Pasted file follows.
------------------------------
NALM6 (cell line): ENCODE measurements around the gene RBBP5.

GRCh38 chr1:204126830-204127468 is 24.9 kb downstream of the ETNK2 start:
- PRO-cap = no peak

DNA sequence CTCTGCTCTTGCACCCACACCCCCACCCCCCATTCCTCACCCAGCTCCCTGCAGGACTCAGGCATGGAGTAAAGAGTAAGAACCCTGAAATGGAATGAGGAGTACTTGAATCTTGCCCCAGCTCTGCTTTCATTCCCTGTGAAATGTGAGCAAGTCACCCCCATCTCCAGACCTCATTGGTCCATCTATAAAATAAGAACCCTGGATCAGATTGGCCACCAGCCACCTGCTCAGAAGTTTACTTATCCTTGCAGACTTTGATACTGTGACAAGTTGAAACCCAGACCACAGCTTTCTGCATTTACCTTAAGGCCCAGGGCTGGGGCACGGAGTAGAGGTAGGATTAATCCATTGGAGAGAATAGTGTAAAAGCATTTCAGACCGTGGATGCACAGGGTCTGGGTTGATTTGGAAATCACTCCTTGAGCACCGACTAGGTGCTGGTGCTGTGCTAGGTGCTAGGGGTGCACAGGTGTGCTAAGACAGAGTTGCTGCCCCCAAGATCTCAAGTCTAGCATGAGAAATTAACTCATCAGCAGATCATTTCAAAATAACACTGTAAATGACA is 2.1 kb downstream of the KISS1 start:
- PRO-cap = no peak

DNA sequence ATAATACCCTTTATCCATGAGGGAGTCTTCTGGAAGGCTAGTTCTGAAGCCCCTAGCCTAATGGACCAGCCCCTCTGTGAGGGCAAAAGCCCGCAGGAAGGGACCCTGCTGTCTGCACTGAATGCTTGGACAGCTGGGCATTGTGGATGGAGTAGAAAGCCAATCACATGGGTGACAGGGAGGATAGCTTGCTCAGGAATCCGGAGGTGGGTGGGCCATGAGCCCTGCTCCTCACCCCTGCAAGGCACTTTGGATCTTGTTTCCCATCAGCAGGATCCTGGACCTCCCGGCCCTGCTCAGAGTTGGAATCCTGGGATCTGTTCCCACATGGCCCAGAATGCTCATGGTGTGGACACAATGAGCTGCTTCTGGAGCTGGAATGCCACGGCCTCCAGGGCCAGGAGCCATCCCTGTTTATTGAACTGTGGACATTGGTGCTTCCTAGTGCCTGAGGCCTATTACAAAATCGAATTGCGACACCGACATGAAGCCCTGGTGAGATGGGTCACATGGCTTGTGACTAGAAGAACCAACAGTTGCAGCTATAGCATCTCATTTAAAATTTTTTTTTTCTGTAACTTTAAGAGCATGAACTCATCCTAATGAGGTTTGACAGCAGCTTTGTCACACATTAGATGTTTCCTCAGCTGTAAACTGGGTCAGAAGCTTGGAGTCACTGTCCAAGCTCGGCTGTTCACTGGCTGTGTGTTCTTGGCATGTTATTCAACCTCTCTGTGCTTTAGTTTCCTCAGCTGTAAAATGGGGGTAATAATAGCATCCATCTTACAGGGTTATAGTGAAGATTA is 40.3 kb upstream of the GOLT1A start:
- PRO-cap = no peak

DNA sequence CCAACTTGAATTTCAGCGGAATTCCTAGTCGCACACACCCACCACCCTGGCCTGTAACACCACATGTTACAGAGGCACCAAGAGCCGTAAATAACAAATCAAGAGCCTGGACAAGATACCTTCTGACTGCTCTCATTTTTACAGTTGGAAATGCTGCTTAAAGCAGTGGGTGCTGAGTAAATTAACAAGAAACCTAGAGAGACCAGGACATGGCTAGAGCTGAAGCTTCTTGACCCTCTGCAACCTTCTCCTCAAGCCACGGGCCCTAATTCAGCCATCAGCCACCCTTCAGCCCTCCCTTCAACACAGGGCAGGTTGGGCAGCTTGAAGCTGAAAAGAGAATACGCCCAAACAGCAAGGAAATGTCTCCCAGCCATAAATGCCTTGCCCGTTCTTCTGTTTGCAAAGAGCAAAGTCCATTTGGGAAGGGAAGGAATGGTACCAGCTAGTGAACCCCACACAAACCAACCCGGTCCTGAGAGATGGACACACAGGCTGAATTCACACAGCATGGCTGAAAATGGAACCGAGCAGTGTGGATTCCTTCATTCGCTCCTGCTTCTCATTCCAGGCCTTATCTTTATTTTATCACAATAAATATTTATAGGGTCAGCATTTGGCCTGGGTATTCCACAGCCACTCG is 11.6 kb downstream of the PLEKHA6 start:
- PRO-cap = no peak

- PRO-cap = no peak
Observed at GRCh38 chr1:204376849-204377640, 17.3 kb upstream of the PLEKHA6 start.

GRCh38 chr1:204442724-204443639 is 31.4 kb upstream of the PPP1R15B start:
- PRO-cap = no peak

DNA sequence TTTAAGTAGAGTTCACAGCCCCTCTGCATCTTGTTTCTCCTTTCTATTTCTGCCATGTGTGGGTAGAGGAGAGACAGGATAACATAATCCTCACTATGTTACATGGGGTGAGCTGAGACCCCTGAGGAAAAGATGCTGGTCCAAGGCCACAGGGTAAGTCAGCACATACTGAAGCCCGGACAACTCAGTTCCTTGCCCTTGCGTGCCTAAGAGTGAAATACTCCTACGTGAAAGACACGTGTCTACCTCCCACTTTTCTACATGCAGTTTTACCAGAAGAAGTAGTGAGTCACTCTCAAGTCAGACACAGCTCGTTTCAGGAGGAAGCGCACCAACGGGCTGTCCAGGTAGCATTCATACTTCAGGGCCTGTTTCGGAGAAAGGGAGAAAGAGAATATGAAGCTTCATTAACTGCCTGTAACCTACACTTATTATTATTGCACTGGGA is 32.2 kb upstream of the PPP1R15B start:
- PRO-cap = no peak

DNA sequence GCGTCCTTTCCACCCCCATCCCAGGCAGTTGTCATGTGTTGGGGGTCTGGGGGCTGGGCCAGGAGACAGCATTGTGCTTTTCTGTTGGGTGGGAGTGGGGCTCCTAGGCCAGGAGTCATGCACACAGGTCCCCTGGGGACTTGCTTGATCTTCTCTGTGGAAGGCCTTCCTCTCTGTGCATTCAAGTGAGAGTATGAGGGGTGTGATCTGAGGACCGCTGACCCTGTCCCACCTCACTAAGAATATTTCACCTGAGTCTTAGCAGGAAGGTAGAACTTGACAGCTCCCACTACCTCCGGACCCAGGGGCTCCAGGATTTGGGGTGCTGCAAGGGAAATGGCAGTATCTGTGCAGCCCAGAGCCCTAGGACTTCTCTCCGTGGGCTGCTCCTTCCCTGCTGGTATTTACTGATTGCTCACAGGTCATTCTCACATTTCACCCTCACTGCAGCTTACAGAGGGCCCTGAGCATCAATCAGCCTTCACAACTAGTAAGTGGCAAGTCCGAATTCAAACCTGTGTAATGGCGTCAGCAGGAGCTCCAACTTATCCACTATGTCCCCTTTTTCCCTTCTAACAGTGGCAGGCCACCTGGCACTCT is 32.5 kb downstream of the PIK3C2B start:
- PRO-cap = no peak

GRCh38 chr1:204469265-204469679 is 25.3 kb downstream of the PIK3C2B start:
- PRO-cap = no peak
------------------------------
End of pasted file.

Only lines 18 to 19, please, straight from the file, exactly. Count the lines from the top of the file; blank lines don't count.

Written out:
GRCh38 chr1:204469265-204469679 is 25.3 kb downstream of the PIK3C2B start:
- PRO-cap = no peak